Charlotteans are used to seeing Pat McCrory run for office, but they may not recognize him in the next election. According to observers from both parties, the former Charlotte mayor has moved farther and farther to the right in order to shore up support from the GOP's ultra-conservative Tea Party factions, as he looks toward a rematch with Gov. Bev Perdue in 2012. Whether N.C.'s ultra-right voters will be convinced of McCrory's staunch conservatism and sincerity remains to be seen. Questions also remain about how moderate independents who voted for him in his mayoral races will react to a new, more rightward-marching McCrory.
He hasn't officially announced that he's running for governor again, but the truth is that McCrory hasn't stopped running since his close 2008 loss to Perdue. During the 2010 elections, he built support for a second gubernatorial race by traveling across the state, campaigning on behalf of GOP legislative candidates. These days, he regularly speaks to a variety of friendly groups, keeping his name in the news while promoting the state GOP's budget-slashing state legislature. There's also the little matter of the $1 million McCrory raised in the last six months for a "possible" 2012 gubernatorial race — just $200,000 less than was raised by Perdue. Yep, he's running.
We spoke to a couple of Republican behind-the-scenes political organizers who wished to remain anonymous, who say they haven't heard of any candidates on McCrory's right stepping up to challenge him for the GOP gubernatorial nomination. Dean Debnam, president of Public Policy Polling — which in July showed McCrory ahead of Perdue in a potential rematch, 45 percent to 39 percent — doesn't see any real opponents in the GOP primary for McCrory, either. He told the media recently that "McCrory is already looking like the de facto nominee and can effectively spend almost the next two years raising money and his profile while Perdue governs."
During his 14 years as Charlotte's mayor, McCrory was pegged as a moderate Republican by most voters and as a RINO (Republican In Name Only) by conservative critics. He championed light rail; the U.S. Whitewater Center; transportation and land-use planning; tree ordinances; sidewalk policies; the Uptown arena; and other projects that routinely angered conservatives. These days, however, McCrory's emphasis has been more on issues dear to the state GOP, such as spending cuts and the Voter ID bill, while embracing the sweeping changes made by the GOP-led General Assembly.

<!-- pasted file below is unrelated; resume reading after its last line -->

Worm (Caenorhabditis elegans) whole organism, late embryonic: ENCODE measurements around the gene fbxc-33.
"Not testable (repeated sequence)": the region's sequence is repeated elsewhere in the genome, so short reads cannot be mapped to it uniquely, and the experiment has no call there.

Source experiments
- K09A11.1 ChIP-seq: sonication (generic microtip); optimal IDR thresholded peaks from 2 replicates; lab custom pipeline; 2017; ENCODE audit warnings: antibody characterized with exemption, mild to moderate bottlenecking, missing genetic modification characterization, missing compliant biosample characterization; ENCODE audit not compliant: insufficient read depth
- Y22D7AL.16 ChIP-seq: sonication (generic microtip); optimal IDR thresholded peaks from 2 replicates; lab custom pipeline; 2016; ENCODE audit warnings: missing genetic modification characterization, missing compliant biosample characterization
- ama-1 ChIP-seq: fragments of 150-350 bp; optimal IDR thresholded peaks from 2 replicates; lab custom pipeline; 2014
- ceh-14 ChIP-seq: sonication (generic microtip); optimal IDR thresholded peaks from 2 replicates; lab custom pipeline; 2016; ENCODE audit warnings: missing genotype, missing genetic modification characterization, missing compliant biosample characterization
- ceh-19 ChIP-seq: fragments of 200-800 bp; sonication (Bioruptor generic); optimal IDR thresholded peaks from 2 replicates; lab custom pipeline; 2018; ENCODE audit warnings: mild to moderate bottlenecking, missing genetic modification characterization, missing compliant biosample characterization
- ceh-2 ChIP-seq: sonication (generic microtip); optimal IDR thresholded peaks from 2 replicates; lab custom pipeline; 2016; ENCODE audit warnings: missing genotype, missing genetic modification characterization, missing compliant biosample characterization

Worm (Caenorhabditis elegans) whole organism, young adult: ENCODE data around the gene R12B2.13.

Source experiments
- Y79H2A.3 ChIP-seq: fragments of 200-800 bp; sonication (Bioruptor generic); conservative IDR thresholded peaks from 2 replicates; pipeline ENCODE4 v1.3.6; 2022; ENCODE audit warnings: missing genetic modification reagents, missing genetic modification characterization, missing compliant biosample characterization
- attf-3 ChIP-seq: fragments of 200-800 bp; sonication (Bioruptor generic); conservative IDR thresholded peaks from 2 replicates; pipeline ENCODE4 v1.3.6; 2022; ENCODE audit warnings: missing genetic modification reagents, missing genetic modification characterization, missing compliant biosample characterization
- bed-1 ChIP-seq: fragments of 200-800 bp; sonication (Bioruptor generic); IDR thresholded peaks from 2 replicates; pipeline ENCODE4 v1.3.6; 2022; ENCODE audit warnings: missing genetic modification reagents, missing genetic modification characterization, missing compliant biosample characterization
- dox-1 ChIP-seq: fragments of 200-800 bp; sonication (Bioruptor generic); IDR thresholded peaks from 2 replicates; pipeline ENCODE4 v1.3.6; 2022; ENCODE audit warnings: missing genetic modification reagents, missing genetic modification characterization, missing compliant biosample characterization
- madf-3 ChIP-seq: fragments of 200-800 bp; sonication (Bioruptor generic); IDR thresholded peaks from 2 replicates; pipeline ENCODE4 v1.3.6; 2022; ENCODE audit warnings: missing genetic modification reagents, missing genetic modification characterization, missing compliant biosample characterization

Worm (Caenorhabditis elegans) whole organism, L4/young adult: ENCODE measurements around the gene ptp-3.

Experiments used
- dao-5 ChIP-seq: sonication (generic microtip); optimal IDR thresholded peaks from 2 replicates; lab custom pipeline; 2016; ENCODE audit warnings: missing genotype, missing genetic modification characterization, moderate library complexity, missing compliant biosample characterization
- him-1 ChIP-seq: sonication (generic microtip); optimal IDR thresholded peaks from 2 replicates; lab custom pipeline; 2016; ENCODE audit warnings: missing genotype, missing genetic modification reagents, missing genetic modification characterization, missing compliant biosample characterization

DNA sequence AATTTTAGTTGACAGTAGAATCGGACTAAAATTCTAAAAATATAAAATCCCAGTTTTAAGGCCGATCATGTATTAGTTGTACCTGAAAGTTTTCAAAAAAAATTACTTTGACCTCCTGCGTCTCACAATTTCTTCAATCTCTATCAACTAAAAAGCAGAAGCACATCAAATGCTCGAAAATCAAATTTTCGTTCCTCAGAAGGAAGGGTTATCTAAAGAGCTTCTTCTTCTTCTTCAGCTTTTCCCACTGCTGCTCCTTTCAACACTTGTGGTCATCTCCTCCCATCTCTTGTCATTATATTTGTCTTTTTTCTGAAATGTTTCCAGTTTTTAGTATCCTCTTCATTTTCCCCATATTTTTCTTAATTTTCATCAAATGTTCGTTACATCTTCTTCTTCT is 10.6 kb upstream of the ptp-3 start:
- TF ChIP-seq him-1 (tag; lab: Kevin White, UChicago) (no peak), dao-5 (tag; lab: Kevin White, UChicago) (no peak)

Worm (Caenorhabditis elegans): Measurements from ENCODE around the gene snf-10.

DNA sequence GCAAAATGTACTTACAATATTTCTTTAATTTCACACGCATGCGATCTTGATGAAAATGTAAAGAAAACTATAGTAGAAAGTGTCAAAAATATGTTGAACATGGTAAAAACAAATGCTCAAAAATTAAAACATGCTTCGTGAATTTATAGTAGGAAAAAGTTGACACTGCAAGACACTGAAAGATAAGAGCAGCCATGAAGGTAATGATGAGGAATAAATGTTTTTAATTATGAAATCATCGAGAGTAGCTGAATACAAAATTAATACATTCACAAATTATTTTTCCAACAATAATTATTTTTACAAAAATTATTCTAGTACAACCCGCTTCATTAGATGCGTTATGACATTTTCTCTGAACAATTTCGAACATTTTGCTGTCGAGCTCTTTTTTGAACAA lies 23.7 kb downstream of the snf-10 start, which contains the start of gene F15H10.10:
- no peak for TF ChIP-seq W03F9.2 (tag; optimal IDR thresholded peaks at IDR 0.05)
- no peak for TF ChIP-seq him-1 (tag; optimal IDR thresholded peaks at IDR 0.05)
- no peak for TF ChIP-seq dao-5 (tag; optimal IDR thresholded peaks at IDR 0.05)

McCrory denies that he's moving rightward, or that he's positioning himself a certain way for a gubernatorial rematch. "I don't see that I've done that [moved to the right]," said McCrory. "I support the same things I supported as mayor. I still emphasize infrastructure and education and moving forward, whether it's Charlotte or the whole state of North Carolina. You know, I speak out about the things I believe in and support, without giving thought to who it's going to please or not please. That's how I've always done things."
Nonetheless, the right wing of his party seems to have real problems with McCrory. No one knows whether he could actually move enough to the right to lasso support from hard-line conservatives. If former Charlotte City Councilman, and longtime local conservative leader, Don Reid had his way, someone would challenge McCrory from the right in the primary.
"I wish there were somebody," said Reid, "I think they'd have a good chance." Reid pulls no punches when it comes to McCrory's reign as Charlotte mayor.
"McCrory did more to damage the Republican brand than any politician that's ever been in Charlotte," said Reid. "He joined the Uptown crowd and did their bidding. When he took over as mayor, he had a Republican majority, and he drove that right down the drain. ... During his terms in office, the Uptown business interests took control, and Pat McCrory was their main helper. Everything had to be downtown; heck, they'd move the Whitewater Center downtown if they could shift the river."
From the other side of the political divide, N.C. Democratic Party chair David Parker says McCrory has moved too far right. "Just think of his advocacy for light rail and mass transit while he was mayor, and then he stood silent when the N.C. legislature tried to send transportation money back to D.C. Unfortunately, this is typical of most Republican candidates now — they are so infatuated with the low-hanging fruit of the Koch brothers and Art Pope's money that they simply can't resist it. The serpent sidles up to them in the Garden of Eden and they bite the apple every time."